The Indian diaspora in need ofpsychological, political stimulus

Paras Ramoutar -
Paras Ramoutar -

THE EDITOR: The Indian diaspora was used to enhance British colonialism and imperialism as a deliberate policy in the then British Empire.

East Indian immigrants were forced out of India between 1845 and 1917 to enhance British interests and those of plantation owners wherever they went. This was a continuation of the British domination in all its colonies in Asia, Africa and the Caribbean, and while these immigrants made indelible economic and socio-cultural contributions to their newly-found homes, they were traumatised, scorned, belittled and treated in the most inhumane way.

And while the East Indian diaspora in TT triumphed over the decades, these immigrants did so under great social, economic and political stress. The Indian diaspora has contributed immensely to the development of TT, through the diligence, hard work, thrift and sacrifice made over the past 178 years. Approximately 147,000 East Indians came from such places as Uttar Pradesh and Bihar.

The University of the West Indies and the University of TT should undertake an in-depth study of all the ethnic groups for future reference for scholars, researchers and students of world history. It is fitting that as we celebrate the 178th anniversary since the first group of our forefathers set foot on this land that such an undertaking becomes a reality.

Indian Arrival Day, while being an opportunity for reflection, should become a monumental occasion for all of us, including the other ethnic groups, to promote the concept of national development and nation building to greater heights.

This must be undertaken in a collective and bipartisan effort as all of us are children of Mother TT. Let the true spirit of patriotism flow. It is about time that celebrations to mark Indian Arrival Day take on a new format and a more scientific approach.

We must move away from the traditional Carnival-style parades, whether they are on the roads or the oceans, floats, religious services and grandiose speeches by politicians and others. As all these activities are quickly forgotten. We must seek to etch out a new concept ushering in a psychological, political and philosophical framework for Indian Arrival Day's continued observance for generations to come.

In the preface to the seminar held at the UWI in June 1975, Bridget Brereton and Winston Dookeran, two international scholars in the sciences, wrote:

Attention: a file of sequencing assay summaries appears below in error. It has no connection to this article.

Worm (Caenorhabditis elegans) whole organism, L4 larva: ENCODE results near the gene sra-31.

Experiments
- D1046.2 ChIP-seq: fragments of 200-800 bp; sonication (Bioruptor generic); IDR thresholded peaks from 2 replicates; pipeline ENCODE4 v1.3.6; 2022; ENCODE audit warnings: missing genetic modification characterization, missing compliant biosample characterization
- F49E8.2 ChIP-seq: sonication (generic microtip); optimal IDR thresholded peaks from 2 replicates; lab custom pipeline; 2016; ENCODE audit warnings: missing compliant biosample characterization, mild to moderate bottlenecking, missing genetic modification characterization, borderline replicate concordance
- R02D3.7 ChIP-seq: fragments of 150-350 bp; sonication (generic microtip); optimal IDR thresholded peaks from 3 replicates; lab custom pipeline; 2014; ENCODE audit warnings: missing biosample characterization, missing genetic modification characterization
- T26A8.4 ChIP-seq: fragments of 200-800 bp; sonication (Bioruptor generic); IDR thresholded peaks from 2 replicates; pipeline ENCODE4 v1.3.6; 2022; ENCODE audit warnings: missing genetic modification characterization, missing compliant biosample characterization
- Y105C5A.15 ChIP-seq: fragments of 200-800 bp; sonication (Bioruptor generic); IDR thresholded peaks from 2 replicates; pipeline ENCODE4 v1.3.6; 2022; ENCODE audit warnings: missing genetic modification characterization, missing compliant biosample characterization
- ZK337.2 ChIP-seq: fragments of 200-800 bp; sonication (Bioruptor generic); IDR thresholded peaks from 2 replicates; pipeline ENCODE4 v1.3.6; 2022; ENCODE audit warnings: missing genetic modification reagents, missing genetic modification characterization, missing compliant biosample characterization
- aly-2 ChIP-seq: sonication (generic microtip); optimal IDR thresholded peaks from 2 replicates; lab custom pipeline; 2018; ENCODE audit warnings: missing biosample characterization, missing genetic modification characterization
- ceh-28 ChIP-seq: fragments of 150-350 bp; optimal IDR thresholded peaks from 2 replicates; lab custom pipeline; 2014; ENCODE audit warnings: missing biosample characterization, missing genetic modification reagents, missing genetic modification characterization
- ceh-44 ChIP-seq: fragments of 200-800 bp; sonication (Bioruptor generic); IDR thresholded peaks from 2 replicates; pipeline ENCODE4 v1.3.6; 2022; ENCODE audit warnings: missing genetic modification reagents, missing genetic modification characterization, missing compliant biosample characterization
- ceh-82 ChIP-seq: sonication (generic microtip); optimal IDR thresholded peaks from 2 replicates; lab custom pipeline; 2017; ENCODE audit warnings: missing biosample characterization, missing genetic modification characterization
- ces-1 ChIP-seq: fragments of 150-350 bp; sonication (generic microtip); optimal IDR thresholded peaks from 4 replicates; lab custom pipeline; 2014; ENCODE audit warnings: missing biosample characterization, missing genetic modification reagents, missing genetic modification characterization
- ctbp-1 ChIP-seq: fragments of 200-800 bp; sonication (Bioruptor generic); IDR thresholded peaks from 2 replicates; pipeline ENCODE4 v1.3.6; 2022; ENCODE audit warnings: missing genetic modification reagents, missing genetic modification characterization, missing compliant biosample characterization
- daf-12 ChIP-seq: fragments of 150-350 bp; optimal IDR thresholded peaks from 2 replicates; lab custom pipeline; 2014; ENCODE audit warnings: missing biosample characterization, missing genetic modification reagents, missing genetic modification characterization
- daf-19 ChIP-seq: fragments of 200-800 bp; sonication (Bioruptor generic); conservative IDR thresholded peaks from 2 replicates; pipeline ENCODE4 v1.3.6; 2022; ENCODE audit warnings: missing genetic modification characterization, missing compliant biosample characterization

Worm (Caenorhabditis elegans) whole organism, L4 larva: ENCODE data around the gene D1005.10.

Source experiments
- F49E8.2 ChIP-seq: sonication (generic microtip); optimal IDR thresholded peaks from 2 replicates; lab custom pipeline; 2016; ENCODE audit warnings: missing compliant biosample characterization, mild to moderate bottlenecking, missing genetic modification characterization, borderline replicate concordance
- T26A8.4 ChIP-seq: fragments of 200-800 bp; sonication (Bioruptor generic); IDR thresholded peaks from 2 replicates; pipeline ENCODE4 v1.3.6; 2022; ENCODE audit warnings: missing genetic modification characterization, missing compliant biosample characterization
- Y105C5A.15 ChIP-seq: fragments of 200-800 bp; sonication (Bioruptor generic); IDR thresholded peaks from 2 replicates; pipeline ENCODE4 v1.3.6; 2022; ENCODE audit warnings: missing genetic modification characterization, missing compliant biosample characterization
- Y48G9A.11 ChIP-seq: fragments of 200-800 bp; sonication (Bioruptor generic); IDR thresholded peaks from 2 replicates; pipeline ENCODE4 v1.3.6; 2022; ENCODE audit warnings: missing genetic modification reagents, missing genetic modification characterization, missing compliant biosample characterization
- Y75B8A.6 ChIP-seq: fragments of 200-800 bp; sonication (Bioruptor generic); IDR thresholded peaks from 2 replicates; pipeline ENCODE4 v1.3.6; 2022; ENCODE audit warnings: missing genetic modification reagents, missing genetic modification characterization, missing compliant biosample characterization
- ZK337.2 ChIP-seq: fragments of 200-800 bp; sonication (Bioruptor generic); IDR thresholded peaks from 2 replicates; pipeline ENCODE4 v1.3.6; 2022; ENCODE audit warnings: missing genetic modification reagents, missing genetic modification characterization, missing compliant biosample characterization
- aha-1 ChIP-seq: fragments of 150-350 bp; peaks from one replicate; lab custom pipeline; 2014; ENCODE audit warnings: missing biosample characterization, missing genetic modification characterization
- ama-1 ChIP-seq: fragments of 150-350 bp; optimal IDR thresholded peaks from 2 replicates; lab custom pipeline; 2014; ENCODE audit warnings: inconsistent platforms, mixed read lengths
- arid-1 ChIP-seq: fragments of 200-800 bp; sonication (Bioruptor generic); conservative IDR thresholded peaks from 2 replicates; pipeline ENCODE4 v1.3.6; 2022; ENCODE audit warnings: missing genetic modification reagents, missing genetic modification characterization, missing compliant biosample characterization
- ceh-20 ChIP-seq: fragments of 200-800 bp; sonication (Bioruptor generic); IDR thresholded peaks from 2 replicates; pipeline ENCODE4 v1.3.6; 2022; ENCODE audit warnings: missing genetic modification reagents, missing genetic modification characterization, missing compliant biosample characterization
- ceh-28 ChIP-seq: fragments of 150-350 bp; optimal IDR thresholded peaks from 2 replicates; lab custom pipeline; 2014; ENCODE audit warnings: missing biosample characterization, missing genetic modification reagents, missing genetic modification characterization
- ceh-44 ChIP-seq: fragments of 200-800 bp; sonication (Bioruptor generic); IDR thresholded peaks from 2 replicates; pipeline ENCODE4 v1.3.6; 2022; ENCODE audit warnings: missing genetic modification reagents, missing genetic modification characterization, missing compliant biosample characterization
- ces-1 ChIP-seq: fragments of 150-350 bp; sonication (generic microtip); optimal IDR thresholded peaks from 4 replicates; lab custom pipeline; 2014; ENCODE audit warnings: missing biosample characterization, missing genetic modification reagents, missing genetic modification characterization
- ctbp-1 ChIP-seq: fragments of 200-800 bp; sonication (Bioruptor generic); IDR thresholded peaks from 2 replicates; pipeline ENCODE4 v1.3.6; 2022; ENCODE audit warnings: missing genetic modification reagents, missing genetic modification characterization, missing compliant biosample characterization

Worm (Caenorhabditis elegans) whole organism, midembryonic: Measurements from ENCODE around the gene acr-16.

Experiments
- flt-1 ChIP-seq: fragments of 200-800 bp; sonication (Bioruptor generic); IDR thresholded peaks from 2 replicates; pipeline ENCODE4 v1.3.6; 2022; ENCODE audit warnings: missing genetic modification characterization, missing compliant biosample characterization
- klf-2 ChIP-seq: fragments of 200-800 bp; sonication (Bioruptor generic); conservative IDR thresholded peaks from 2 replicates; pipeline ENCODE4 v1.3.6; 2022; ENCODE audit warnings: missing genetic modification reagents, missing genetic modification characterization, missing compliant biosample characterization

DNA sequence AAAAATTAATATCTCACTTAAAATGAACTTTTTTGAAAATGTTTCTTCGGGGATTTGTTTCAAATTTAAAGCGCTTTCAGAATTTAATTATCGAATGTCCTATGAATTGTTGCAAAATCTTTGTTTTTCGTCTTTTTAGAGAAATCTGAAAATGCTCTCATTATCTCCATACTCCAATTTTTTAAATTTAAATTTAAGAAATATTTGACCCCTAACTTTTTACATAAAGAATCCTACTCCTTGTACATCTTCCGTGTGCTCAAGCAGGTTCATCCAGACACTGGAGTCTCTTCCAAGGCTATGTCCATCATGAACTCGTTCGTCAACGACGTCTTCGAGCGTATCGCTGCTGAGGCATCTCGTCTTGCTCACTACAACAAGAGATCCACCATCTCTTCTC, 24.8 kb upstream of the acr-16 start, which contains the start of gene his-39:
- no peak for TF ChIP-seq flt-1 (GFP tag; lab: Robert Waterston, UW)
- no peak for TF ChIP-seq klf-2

“The symposium on East Indians in the Caribbean was organised in the awareness that issues are central to the future development of the region. The aim was to provide a forum for research and to bring together these findings in the field. We hope that new perspectives on these issues have emerged from the deliberations of the symposium and that as a result new areas of research have opened up.”

Apparently, there were similar parleys but nothing of substance emerged. There must be regular discussions to focus any aspects of positive growth or otherwise.

Nobel Laureate VS Naipaul, who gave the introduction, said:

“We forget we have no idea of our past; it is part of the trouble. We came from a culture that has not been given much to self-examination or to historical inquiry. And it is not only today. After the old culture has more or less been lost. Its values overthrown; only today that people can begin to look at themselves. This is the first paradox; that self-awareness should come only with this loss. But the self-awareness is revolutionary and I think that this first attempt at self-examination – this first Indian attempt at self-examination – this intellectual response to a cultural loss, this break with the past – makes the community more complex and interesting that it perhaps has been.”

This needs to lead to a solution of psychological and political stimulus. Otherwise, the whole concept of the annual Indian Arrival Day trajectory will be blown into oblivion, and probably forgotten. Other countries with similar ethnic stocks are now given new clout and impetus to recognise, acknowledge and celebrate Indian Arrival Day, with no scorn, no faking. But with jubilation, honour and respect.

We in TT can take a page from such countries. It is getting late.


via e-mail

PS: The late Ramdath Jagessar, a journalist friend, who was one of the leading protagonists for the enactment of Indian Arrival Day, passed away in April.


"The Indian diaspora in need ofpsychological, political stimulus"

More in this section